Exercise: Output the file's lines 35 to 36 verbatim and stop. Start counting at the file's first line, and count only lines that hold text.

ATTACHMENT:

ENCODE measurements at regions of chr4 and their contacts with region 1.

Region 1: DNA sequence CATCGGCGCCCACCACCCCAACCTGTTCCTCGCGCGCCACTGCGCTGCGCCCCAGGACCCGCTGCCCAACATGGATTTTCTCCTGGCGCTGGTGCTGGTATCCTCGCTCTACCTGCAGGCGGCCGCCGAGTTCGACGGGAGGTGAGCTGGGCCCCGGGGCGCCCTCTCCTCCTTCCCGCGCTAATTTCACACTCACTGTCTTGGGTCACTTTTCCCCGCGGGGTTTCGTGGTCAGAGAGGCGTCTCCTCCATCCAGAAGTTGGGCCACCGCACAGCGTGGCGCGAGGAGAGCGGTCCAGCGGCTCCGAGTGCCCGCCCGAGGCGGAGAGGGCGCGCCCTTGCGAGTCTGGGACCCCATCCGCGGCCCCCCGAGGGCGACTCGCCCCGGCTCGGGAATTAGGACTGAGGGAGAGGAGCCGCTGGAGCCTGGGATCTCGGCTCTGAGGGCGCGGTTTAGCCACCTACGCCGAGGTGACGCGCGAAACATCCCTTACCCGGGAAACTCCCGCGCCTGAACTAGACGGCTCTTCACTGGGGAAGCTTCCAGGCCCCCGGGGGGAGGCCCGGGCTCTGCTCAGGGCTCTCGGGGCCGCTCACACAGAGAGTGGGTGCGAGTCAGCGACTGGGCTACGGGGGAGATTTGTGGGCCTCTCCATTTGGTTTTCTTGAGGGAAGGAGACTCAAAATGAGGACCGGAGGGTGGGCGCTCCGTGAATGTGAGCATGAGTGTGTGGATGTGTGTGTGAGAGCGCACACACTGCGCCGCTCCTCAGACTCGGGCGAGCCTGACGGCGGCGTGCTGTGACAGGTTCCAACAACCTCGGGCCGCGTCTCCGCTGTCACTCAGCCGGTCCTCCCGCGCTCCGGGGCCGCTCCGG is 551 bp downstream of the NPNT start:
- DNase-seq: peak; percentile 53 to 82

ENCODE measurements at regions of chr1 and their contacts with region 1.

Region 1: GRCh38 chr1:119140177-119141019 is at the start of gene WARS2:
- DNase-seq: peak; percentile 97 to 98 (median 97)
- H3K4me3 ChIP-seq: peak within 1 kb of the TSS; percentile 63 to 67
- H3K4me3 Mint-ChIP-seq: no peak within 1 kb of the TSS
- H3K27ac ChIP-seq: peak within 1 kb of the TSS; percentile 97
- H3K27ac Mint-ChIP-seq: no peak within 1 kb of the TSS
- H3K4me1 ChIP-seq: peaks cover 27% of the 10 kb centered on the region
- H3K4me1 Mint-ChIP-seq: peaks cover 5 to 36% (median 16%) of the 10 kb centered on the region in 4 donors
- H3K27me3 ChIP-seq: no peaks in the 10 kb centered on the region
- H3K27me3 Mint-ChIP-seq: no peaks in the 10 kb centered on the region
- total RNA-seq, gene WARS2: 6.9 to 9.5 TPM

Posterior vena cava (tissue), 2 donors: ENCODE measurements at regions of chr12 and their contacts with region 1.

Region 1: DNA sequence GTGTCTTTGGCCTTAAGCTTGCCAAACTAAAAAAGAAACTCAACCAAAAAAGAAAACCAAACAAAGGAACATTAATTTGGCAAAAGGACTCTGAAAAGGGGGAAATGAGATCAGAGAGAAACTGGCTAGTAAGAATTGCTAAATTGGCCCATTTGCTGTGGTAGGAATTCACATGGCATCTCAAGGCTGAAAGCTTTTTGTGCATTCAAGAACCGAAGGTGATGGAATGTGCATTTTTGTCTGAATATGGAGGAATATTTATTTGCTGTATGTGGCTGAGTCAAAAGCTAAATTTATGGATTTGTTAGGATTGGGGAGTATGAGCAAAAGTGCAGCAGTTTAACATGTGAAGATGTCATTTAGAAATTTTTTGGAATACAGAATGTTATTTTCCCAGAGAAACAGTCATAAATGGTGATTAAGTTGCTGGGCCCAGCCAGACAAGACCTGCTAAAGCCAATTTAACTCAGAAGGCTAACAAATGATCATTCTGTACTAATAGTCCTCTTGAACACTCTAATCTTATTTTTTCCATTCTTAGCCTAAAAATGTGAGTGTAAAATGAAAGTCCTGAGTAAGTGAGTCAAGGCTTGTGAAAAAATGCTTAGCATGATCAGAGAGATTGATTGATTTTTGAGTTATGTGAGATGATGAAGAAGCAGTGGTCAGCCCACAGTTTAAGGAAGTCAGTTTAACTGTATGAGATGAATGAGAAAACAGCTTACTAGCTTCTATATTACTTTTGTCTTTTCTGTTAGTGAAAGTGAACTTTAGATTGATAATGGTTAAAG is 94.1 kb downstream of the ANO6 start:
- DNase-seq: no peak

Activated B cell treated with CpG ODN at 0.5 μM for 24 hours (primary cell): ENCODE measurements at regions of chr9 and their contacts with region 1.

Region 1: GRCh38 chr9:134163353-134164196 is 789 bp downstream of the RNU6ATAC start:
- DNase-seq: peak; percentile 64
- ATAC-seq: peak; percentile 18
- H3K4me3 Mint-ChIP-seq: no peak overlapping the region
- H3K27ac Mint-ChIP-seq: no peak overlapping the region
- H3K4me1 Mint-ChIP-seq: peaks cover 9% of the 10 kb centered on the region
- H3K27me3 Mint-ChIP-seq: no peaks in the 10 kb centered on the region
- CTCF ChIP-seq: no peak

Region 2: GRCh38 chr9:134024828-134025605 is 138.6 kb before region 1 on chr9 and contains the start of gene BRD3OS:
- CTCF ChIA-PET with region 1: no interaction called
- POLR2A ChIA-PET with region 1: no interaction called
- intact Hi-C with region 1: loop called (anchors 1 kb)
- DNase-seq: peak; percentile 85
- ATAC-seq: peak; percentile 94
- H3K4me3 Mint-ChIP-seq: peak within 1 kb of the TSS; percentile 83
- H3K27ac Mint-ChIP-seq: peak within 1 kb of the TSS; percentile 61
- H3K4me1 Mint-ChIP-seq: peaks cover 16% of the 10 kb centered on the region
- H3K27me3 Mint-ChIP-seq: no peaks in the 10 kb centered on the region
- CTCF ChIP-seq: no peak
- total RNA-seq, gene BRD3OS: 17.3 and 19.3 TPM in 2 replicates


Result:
- H3K27ac Mint-ChIP-seq: peak within 1 kb of the TSS; percentile 61
- H3K4me1 Mint-ChIP-seq: peaks cover 16% of the 10 kb centered on the region